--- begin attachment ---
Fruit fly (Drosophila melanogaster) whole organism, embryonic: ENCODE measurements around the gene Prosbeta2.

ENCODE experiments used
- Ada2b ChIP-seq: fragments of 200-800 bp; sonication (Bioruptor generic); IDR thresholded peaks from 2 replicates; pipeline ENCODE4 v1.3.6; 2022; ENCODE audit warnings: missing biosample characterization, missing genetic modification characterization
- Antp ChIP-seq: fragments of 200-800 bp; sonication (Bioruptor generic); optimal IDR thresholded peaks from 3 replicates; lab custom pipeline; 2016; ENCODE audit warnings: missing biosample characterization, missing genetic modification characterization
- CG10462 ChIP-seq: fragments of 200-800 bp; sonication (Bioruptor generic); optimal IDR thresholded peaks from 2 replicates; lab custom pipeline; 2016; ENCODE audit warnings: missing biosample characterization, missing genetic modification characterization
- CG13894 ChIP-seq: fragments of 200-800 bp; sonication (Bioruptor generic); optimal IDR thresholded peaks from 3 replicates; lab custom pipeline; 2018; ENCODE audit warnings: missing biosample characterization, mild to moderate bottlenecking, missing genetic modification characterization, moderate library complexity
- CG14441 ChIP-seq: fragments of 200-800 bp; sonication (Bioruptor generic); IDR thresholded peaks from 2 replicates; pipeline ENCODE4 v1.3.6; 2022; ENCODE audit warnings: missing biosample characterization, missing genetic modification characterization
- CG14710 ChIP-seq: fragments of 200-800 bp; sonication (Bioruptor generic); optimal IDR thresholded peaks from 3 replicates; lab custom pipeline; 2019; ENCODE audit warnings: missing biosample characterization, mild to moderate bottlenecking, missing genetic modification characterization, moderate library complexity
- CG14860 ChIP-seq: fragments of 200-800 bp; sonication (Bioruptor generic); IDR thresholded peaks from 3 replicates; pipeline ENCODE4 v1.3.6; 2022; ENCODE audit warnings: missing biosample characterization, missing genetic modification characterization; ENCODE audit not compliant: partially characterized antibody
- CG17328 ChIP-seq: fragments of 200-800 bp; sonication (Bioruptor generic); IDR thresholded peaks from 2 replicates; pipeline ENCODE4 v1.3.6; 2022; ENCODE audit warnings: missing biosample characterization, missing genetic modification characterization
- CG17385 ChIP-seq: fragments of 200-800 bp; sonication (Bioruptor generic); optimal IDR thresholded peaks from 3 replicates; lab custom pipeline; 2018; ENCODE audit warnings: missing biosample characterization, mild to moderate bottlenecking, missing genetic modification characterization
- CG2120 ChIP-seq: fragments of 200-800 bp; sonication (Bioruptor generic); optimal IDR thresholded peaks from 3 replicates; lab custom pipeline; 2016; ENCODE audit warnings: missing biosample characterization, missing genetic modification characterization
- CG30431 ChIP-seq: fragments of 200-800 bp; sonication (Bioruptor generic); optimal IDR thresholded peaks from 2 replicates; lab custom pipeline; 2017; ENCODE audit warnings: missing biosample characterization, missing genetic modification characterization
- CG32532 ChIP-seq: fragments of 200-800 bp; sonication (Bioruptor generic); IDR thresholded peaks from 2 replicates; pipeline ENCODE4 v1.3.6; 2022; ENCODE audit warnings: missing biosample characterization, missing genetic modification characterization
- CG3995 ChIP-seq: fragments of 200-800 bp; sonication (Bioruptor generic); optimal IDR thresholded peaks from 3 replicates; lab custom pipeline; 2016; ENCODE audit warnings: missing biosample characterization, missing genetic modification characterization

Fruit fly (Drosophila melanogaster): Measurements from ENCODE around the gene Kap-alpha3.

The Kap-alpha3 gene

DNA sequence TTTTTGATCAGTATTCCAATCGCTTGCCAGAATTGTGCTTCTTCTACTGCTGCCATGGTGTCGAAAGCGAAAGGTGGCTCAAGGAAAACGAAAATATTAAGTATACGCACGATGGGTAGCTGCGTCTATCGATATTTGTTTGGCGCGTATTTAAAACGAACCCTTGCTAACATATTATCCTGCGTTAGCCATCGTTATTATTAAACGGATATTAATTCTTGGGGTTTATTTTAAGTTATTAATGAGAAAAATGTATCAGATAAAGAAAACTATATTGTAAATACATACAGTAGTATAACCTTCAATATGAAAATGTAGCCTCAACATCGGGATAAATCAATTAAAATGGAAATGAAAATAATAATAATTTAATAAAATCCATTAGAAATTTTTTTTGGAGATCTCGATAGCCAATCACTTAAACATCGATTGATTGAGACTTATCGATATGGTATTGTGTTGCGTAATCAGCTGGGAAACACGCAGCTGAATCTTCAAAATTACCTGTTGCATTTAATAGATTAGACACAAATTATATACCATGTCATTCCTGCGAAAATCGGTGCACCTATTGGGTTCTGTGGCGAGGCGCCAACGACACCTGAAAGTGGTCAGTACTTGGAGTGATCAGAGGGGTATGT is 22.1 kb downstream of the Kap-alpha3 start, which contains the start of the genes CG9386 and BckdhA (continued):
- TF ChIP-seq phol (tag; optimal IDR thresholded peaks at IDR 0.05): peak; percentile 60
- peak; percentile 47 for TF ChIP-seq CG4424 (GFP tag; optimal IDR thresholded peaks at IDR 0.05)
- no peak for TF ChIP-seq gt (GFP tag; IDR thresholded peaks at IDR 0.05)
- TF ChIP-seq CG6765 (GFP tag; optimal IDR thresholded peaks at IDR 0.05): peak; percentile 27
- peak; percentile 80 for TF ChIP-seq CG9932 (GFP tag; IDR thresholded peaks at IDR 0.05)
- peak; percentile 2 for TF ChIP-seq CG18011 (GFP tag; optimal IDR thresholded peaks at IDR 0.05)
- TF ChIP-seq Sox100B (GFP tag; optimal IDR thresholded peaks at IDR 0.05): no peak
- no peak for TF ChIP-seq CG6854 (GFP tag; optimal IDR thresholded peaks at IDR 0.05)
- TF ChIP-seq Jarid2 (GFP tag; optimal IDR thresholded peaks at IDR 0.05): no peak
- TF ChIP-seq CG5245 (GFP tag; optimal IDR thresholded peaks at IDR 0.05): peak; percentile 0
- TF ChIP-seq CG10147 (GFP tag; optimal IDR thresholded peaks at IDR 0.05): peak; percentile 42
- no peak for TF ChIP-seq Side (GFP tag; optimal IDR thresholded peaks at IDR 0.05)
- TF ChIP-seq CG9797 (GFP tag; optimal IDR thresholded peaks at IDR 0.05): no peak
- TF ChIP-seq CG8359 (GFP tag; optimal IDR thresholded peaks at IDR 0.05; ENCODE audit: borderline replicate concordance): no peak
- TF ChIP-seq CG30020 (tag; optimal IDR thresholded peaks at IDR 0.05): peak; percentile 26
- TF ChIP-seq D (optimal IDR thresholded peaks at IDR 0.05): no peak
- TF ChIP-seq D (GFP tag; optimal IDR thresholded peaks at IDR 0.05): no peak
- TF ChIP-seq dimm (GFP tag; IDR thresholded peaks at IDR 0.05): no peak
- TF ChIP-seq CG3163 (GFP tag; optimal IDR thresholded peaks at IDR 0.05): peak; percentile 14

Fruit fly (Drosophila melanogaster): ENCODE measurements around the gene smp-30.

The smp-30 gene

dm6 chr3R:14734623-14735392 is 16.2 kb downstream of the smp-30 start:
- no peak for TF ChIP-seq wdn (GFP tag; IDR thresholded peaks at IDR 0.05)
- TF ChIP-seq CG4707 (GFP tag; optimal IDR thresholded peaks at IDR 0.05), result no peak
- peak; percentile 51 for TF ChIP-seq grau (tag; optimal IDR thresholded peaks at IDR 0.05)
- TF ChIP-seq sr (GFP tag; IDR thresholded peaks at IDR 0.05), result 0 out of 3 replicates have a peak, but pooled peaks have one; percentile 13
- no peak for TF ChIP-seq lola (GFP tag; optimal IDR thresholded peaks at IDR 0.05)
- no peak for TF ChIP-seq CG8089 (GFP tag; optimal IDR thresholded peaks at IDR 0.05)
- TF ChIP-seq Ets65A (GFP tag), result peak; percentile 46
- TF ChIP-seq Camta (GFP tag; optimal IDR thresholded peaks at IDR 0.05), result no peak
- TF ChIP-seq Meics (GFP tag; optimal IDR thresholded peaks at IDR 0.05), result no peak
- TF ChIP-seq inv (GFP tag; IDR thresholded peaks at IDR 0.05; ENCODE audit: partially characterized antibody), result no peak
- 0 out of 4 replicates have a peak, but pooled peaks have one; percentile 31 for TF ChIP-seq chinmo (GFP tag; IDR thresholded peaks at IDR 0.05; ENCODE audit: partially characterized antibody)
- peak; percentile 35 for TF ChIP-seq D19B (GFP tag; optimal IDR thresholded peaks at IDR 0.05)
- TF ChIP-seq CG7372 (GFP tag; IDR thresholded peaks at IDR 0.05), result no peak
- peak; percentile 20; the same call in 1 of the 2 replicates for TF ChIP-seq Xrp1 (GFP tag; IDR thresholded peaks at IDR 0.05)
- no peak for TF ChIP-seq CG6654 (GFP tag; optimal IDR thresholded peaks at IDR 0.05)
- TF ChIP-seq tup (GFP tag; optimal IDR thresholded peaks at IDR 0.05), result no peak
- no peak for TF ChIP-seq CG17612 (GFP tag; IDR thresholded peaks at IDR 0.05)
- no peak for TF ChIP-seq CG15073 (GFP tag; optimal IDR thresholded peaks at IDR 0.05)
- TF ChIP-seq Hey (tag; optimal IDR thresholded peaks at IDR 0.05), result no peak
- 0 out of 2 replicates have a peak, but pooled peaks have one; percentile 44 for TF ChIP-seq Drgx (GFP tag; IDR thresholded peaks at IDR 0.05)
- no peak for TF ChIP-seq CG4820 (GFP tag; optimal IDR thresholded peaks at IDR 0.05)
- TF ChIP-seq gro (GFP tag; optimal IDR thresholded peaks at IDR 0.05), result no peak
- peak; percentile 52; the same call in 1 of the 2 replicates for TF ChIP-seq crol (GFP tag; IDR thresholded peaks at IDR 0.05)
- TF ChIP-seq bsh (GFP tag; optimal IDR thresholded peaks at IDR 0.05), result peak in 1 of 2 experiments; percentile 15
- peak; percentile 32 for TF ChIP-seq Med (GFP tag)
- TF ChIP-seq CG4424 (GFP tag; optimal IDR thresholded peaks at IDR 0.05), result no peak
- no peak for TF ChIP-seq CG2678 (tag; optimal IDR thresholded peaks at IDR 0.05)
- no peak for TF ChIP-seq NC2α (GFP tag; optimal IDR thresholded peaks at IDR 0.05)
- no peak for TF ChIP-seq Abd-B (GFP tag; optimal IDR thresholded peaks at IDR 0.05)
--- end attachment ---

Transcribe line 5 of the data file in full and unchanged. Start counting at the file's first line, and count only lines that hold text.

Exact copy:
- CG10462 ChIP-seq: fragments of 200-800 bp; sonication (Bioruptor generic); optimal IDR thresholded peaks from 2 replicates; lab custom pipeline; 2016; ENCODE audit warnings: missing biosample characterization, missing genetic modification characterization